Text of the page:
To ask the Secretary of State for Health how many children have disappeared from care in each year since 1997; what measures are in place to ensure children remain in care; what assessment has been made of where children go when they disappear from care; what measures are in place to try to keep track of their whereabouts; and if he will make a statement about the safety of children who disappear from care. 
The number of children who were listed as being missing from care in England since 1997 is shown in the table. Excluding children looked after under a series of short-term placements, it is estimated that in 2001–02 some 82,200 children were looked after in public care at some time during the year.
|Estimated number of looked after children who went missing from their usual place of residence at any time during the years ending 31 March 1998 to 20021|
1 Data describes the number of children who went missing not the number of missing person's incidents by any one child.
2 With effect from 1 April 2000, the definition of missing was changed from being absent for more than seven days to being absent for 24 hours or more.
This table excludes all children looked after under a series of short-term placements.
"Children Missing from Care and Home—a guide to good practice" was issued to every English local authority in November 2002, under section 7 of the Local Authority Social Services Act 1970, which means that, except in exceptional circumstances, councils must follow its advice. The guidance requires that where a child in care is assessed to be missing, the authority responsible for their care must ensure that all is being done to locate them and return them to a place of safety. Where there is reason for an authority to be concerned that a child may go missing at the time that a care placement is made, then the guidance recommends that the authority should ensure that there is a proper "risk assessment" as to the likelihood of that child going missing. This assessment should lead to action being taken to minimise any potential risk. Each local authority must appoint a senior manager to be responsible for monitoring the effectiveness of its missing from care protocols and procedures.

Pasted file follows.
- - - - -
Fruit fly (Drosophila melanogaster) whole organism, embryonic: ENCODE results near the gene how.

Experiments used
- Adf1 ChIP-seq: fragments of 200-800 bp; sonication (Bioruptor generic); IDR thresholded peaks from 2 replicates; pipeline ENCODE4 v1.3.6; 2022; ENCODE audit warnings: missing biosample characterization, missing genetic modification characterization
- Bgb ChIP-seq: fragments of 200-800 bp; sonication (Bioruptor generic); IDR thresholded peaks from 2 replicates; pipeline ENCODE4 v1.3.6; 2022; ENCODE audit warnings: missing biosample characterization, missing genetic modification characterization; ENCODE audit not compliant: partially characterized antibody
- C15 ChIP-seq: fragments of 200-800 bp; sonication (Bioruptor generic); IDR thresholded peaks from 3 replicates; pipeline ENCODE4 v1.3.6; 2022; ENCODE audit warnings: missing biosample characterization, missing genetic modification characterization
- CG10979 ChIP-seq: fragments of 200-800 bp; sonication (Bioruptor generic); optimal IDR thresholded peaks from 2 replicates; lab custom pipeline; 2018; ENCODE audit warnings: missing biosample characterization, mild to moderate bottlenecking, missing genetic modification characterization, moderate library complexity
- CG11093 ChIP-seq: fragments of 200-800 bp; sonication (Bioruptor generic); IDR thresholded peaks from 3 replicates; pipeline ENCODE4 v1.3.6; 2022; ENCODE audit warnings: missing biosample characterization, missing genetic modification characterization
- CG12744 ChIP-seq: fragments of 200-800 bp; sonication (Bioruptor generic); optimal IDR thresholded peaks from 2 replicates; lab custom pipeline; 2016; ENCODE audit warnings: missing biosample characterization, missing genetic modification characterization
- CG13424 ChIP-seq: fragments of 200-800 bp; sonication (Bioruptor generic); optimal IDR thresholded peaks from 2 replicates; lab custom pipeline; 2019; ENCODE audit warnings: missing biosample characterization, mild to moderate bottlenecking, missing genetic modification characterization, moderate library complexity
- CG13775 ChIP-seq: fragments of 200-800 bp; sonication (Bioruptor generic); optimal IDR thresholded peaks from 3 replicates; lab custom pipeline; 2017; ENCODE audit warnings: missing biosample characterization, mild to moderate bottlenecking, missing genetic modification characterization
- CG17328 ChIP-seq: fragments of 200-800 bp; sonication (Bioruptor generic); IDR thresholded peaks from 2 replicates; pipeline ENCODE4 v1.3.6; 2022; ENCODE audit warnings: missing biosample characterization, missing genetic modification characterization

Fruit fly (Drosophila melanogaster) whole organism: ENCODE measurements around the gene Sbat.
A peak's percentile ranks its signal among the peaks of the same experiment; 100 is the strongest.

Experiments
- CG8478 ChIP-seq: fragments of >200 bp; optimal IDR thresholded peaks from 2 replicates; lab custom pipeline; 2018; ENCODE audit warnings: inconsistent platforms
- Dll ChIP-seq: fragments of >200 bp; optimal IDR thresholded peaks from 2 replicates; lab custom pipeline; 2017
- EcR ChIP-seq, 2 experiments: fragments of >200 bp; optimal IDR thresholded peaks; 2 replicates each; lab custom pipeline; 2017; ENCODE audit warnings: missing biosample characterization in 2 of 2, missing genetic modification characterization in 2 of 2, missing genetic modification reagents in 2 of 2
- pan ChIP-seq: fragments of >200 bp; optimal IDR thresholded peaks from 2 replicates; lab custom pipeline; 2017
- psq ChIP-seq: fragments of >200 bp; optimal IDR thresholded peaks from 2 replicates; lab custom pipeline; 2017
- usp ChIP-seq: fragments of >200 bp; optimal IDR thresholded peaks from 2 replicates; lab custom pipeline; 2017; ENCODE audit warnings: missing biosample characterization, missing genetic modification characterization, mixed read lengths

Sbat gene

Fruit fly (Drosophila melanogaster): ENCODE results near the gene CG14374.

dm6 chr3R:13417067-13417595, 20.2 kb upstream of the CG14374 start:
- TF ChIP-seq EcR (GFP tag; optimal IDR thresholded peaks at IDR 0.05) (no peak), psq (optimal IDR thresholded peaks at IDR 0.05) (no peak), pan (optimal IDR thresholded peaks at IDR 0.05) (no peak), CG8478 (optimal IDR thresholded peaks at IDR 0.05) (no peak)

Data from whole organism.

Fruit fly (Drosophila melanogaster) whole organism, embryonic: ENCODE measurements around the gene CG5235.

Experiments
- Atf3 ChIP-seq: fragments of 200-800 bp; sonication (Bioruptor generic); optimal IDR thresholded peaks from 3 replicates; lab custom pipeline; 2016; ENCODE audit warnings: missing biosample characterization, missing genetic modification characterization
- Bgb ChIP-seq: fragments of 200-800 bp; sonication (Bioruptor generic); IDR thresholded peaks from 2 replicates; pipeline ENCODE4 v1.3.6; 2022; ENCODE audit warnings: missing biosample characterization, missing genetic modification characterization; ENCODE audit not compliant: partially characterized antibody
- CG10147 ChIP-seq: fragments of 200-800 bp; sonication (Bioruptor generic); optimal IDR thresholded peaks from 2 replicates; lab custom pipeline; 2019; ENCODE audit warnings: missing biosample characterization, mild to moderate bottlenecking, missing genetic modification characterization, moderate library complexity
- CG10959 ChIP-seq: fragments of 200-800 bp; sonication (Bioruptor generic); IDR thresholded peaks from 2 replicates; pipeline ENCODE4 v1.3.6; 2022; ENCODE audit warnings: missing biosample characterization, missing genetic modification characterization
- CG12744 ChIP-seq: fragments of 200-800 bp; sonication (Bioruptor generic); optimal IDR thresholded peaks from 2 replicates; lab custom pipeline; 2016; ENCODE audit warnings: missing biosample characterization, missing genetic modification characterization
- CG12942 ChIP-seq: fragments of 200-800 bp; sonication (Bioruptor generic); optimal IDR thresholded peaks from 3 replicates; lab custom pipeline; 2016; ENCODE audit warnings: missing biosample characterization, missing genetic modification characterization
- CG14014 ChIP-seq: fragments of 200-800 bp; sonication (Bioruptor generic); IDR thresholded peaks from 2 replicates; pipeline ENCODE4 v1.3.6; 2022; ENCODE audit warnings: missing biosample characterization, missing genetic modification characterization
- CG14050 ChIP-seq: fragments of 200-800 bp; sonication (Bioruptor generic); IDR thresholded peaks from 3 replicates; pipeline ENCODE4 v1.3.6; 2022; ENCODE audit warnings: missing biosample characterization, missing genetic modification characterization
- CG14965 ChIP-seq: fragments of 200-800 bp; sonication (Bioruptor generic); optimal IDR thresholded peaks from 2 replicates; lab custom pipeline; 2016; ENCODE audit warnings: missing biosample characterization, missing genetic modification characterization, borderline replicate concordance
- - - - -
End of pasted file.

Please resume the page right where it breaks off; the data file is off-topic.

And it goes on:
To ask the Secretary of State for Health what part his Department has played in respect of child protection issues in the Home Office taskforce on child protection and the internet. 
The Department of Health has, at official level, been represented on the Home Office task force on child protection on the internet since its establishment in 2001.
To ask the Secretary of State for Health what specialist assistance is available for child victims of trafficking for exploitation; what plans he has to ensure that social services staff have training on child trafficking; and if he will make a statement. 
The provision of assistance and support to child victims of trafficking should be secured by local statutory services in response to identified needs, whether provided directly or through specialist agencies. The relevant statutory agencies include the immigration service, the police, social services and health, which, collectively, have the responsibility to safeguard and protect the health and welfare of vulnerable children and to prevent and detect crimes against them.The National Occupational Standards for Social Work were published by the training organisation for personal social services in 2002. The occupational standards describe the skills and knowledge social workers need in the area of child protection. It is for employers to ensure that their staff have these skills.